Mitigating Waste and Food Insecurities in Central Eastern North Carolina
Lauren Davis, Ph.D.
Department of Civil, Architectural and Environmental Engineering; Civil Engineering
As unemployment rates and poverty increase, the number of households in North Carolina that are food insecure are proportional and continue to grow. To counteract the effects of food insecurity in North Carolina, the Food Bank of Central & Eastern North Carolina operates as a distributor of donated food. They rely heavily on small farms, businesses, government agencies, and fellow citizens to create the majority of their inventory. The biggest problem with this donation driven environment is supply and demand uncertainties. Food bank managers are oblivious to the frequency, amount, produce type, and condition their donations will come in. With the use of standard statistical techniques that will be performed using the program R we will accomplish a number of tasks. i) Perform moving average and Auto Regressive Integration Moving Average (ARIMA) to predict what will happen in subsequent months. ii) Compare moving average and ARIMA model to machine learning techniques. iii) Analyze when perishable and nonperishable foods are coming in and how much waste is being produced.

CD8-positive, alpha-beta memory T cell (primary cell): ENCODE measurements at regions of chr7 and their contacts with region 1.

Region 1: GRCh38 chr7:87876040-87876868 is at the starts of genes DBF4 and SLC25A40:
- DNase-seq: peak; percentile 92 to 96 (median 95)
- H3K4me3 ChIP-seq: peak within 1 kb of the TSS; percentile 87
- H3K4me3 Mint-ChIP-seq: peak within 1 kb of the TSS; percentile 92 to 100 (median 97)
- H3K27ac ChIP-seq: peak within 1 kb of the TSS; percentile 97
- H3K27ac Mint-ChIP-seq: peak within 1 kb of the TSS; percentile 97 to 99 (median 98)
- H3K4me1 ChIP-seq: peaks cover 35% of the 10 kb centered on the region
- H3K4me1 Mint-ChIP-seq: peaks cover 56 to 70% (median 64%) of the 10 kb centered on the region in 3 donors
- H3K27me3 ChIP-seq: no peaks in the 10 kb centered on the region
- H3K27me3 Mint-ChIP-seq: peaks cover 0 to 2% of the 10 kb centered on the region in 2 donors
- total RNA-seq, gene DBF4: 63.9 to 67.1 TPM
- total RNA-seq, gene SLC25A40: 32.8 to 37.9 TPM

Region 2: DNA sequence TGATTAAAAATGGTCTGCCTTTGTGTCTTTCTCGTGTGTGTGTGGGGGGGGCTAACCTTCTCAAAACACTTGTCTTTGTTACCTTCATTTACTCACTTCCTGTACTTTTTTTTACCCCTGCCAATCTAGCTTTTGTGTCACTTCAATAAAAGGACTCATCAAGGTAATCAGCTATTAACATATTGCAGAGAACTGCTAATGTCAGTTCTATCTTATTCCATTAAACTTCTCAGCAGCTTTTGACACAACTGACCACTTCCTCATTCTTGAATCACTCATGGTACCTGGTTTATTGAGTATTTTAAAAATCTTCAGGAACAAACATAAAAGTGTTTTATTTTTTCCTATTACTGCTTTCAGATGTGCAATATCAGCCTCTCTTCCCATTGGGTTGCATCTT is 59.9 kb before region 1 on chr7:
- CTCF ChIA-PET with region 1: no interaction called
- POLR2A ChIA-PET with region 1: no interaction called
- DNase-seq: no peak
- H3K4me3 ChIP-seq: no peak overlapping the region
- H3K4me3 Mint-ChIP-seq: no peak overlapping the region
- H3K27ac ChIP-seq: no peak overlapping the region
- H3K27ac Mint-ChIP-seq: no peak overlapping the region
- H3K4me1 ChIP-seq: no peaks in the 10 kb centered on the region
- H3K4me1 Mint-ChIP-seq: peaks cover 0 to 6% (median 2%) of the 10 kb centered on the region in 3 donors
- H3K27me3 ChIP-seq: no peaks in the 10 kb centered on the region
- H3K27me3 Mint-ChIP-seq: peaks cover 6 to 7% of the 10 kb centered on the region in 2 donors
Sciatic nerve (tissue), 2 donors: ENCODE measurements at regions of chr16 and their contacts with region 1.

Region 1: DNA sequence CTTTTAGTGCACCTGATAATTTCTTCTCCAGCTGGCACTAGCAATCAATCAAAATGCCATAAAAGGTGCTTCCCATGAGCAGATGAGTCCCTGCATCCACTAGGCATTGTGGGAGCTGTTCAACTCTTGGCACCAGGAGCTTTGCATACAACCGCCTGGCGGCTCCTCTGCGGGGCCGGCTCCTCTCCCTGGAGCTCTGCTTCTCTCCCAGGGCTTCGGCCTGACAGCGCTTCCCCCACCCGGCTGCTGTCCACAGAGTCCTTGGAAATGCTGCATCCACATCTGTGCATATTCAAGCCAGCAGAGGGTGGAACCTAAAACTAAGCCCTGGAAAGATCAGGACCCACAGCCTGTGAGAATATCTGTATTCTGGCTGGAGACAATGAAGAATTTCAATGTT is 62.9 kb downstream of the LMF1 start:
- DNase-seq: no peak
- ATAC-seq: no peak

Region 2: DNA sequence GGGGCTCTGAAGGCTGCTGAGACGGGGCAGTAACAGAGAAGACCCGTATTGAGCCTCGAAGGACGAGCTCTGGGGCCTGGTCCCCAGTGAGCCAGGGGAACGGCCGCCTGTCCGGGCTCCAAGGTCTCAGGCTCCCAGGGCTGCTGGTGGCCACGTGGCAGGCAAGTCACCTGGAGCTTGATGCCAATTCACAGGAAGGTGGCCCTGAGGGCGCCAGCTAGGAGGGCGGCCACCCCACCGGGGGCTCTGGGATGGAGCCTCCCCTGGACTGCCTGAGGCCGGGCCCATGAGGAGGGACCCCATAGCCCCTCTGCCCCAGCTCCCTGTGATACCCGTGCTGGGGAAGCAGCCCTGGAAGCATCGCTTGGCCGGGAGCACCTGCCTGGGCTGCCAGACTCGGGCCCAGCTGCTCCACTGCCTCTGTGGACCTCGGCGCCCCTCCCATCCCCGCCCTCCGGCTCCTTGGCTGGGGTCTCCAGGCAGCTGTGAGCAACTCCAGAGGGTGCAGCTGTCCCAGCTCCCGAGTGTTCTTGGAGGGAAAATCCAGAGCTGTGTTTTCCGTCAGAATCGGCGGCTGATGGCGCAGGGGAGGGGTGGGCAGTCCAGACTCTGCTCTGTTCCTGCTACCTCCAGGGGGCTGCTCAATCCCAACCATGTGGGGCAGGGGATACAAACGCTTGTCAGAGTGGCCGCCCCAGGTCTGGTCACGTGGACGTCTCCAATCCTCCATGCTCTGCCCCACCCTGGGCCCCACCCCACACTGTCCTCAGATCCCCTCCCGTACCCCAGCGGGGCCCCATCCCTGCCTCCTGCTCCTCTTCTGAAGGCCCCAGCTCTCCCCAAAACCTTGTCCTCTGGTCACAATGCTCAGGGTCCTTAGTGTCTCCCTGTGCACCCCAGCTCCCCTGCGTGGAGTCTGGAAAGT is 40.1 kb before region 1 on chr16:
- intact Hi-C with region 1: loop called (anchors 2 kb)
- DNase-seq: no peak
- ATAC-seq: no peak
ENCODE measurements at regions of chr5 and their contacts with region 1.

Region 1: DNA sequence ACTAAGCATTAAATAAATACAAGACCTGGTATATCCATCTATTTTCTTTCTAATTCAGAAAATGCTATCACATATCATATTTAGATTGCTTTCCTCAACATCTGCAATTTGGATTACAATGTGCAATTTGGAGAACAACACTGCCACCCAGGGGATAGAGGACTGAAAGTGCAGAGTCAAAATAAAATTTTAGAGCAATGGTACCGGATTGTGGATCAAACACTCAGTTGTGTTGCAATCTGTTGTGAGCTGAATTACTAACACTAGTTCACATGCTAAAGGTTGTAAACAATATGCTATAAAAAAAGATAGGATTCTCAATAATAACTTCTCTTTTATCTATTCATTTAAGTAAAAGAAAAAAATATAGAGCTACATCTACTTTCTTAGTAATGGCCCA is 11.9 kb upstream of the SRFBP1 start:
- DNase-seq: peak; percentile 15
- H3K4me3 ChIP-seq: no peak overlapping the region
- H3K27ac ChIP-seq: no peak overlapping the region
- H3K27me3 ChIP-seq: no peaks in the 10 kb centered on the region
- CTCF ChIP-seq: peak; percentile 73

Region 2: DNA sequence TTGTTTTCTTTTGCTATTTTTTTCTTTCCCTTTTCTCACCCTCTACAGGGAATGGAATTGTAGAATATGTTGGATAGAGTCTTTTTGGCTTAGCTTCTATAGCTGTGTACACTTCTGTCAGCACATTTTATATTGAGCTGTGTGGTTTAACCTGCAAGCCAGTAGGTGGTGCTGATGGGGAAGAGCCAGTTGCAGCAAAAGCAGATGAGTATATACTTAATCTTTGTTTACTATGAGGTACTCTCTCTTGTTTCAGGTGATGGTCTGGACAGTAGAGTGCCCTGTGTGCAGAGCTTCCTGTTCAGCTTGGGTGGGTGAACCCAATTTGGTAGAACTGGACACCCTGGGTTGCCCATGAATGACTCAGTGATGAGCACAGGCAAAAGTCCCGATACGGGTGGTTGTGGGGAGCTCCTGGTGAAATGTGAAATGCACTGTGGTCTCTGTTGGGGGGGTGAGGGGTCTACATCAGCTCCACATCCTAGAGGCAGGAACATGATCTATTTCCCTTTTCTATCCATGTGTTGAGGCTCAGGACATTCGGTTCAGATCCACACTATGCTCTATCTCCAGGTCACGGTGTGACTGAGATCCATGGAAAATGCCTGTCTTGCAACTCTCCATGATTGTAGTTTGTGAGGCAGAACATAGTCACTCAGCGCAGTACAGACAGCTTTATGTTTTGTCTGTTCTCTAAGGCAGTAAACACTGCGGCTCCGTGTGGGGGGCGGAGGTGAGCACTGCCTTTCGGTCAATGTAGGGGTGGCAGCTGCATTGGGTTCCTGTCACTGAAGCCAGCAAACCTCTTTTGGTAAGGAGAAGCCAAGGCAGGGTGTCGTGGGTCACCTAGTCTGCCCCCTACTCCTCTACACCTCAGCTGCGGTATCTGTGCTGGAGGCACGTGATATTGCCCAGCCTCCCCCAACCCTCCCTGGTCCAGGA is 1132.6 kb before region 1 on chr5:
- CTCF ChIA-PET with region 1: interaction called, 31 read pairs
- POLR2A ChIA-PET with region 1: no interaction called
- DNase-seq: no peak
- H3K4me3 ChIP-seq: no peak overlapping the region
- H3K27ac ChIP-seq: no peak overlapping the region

Rucker, Adonis, "Mitigating Waste and Food Insecurities in Central Eastern North Carolina" (2019). Undergraduate Research and Creative Inquiry Symposia. 218.